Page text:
Man accused of abducting toddler in 1987 returns to Canada to face charge
TORONTO -- A man accused of kidnapping his toddler son in Canada and hiding him in the United States for three decades was due to face a charge in a Canadian courtroom for the first time on Thursday, well over a year after he was arrested in the case.
Allan Mann Jr. has been charged with abduction for allegedly kidnapping his son Jermaine in 1987, Toronto police said.
He was extradited to Canada after finishing an 18-month stint in a U.S. prison for illegally obtaining government benefits while eluding authorities.
"They lived, basically, a life of lies as to who they were and what they did, unbeknownst to Jermaine," Toronto police Det. Sgt. Wayne Banks said upon Mann's October 2018 arrest. "He was under the impression that his mother had died shortly after birth."
Toronto police allege Mann kidnapped his son during a court-ordered visitation in 1987 before fleeing to the U.S. and obtaining fake identities for them both.
Mann's American lawyer, David Ring, said his client fled Canada with his son because he worried about the boy's safety during a bitter custody dispute with his wife, who planned to take the child to Jamaica.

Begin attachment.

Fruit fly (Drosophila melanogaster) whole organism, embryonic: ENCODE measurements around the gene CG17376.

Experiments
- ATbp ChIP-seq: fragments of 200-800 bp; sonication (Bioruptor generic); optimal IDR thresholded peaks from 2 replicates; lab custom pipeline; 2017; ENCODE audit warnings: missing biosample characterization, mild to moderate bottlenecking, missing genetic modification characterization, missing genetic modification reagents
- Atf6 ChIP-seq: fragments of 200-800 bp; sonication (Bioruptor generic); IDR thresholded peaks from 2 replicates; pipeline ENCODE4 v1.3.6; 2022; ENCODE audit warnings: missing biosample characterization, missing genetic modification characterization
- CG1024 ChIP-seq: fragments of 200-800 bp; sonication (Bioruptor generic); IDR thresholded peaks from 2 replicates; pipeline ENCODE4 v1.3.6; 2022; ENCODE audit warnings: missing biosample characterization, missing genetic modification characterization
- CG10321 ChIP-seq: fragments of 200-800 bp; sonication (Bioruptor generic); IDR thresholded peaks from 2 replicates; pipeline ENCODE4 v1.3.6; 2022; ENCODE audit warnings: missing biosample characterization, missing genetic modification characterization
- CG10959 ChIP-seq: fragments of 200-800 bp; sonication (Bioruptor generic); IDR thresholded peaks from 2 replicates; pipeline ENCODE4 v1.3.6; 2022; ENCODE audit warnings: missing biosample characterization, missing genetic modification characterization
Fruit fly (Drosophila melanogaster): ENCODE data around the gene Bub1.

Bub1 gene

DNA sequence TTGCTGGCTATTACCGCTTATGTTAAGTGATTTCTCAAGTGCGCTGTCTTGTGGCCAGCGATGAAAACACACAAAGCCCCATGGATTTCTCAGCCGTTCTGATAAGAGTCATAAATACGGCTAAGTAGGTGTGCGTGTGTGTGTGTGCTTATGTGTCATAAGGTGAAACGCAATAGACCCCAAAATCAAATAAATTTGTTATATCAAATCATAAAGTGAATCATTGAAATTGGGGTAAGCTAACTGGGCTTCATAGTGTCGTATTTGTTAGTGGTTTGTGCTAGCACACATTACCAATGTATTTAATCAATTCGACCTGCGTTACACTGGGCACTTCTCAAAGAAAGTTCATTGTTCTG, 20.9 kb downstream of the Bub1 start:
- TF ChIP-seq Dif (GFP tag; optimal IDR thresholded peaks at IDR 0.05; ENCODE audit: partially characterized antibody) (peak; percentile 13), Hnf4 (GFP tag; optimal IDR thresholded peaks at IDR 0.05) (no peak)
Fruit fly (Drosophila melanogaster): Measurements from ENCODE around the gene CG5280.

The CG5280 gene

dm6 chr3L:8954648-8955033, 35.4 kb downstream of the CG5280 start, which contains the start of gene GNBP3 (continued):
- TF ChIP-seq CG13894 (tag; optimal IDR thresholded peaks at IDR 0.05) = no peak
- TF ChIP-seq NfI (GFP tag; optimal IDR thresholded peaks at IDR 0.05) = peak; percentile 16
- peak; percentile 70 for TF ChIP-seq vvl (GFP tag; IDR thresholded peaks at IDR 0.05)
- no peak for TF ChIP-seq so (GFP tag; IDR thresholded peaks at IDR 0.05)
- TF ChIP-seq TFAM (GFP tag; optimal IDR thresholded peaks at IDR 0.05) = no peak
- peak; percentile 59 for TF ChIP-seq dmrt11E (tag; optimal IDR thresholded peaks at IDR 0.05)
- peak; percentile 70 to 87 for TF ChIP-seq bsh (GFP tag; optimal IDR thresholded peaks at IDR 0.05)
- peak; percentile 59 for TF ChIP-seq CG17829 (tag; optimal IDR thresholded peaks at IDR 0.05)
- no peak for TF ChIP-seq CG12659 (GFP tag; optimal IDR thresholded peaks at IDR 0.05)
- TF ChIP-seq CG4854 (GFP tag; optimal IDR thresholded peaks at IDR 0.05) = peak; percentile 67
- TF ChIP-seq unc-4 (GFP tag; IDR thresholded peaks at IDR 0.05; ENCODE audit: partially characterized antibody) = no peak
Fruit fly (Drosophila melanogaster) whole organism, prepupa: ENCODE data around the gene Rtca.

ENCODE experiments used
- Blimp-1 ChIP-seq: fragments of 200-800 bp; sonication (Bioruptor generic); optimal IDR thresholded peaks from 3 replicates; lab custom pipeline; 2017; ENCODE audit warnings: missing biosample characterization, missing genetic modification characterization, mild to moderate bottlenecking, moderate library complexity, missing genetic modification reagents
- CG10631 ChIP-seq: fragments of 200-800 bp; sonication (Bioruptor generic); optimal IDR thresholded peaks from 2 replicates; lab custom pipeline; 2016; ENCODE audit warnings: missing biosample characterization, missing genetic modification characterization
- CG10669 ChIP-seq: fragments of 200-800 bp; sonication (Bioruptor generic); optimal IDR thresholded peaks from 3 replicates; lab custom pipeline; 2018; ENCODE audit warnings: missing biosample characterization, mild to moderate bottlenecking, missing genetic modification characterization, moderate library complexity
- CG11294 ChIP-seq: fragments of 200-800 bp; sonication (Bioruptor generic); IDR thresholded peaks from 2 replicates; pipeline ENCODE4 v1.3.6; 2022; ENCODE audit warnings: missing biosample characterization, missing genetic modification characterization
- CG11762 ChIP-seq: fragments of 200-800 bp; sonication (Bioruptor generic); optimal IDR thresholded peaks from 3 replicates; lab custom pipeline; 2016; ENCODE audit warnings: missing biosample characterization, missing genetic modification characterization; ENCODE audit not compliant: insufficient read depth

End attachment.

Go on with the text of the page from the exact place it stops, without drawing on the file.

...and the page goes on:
U.S. authorities said Mann acquired counterfeit birth certificates for him and his son, which were later used to obtain a Social Security number.
American prosecutors said Mann used the alias Hailee DeSouza to collect more than US$125,000 in housing benefits and more than US$55,000 in Medicaid assistance. He pleaded guilty last year to one count of making a false statement.
U.S. marshals and Toronto police launched a new effort to find Mann in 2016 while meeting at a law enforcement conference on capturing fugitives.
The marshals interviewed several of Mann's friends and family members, including a relative who pointed authorities to Connecticut and Mann's alleged alias. He was ultimately arrested in Vernon, Conn.
Mann's son is now in his 30s and reunited with his mother after years of believing she had died shortly after his birth.
Lyneth Mann-Lewis of Brampton, Ont., spoke publicly upon their reunion, saying she hoped her story-book ending offered hope to others whose children were taken from them.
"I am the proof that after 31 long years of suffering, one should never give up," she said at the time. "Be patient, be strong, and believe that all things are possible and that anything can transpire."
-- with files from The Associated Press.
Nicole Thompson, The Canadian Press
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